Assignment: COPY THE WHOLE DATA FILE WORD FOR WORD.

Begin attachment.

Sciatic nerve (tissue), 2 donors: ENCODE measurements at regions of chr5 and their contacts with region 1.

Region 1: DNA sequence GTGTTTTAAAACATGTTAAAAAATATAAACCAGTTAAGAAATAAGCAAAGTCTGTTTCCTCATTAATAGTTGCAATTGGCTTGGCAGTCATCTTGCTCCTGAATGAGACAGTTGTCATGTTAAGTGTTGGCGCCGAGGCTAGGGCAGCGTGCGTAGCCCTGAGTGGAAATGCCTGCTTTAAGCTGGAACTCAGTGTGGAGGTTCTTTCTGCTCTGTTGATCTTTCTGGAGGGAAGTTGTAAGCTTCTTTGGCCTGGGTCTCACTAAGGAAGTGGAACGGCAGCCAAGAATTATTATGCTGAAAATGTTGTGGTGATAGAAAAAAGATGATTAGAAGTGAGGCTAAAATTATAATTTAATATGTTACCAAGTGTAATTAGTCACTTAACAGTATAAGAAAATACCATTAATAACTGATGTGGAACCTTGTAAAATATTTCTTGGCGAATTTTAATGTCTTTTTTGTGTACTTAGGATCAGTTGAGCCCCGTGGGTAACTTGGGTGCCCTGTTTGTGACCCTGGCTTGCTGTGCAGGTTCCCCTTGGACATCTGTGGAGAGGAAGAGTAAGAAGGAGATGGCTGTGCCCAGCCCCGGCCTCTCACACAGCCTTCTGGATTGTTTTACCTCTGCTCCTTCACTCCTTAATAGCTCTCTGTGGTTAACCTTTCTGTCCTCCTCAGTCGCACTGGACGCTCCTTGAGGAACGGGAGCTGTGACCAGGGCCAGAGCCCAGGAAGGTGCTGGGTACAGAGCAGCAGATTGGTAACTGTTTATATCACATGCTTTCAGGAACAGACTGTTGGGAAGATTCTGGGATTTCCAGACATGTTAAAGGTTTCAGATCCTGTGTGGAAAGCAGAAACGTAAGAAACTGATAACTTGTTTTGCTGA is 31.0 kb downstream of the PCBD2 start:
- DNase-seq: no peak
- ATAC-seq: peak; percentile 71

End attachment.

Sciatic nerve (tissue), 2 donors: ENCODE measurements at regions of chr5 and their contacts with region 1.

Region 1: DNA sequence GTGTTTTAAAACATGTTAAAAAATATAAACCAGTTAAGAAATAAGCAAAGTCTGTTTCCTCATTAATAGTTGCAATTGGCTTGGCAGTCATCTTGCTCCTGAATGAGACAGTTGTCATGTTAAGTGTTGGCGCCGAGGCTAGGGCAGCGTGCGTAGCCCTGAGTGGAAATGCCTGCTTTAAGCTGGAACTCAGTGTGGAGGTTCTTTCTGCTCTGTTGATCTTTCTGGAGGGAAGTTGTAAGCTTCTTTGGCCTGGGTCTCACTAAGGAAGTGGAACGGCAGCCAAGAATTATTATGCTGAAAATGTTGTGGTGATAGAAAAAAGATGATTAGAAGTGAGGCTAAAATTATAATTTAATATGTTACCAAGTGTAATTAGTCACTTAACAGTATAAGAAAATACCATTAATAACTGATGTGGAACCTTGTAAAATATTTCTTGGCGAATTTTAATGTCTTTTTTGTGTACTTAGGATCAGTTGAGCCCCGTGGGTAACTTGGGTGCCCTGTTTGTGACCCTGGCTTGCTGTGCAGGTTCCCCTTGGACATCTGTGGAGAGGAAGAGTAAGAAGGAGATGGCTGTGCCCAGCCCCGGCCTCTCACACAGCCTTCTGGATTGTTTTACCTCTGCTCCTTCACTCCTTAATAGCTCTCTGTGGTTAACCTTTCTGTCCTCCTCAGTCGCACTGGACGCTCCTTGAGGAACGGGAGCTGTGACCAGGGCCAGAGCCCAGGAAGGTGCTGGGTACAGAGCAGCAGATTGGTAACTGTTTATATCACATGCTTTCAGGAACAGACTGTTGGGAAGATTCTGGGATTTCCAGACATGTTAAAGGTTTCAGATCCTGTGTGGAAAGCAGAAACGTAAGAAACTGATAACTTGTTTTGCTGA is 31.0 kb downstream of the PCBD2 start:
- DNase-seq: no peak
- ATAC-seq: peak; percentile 71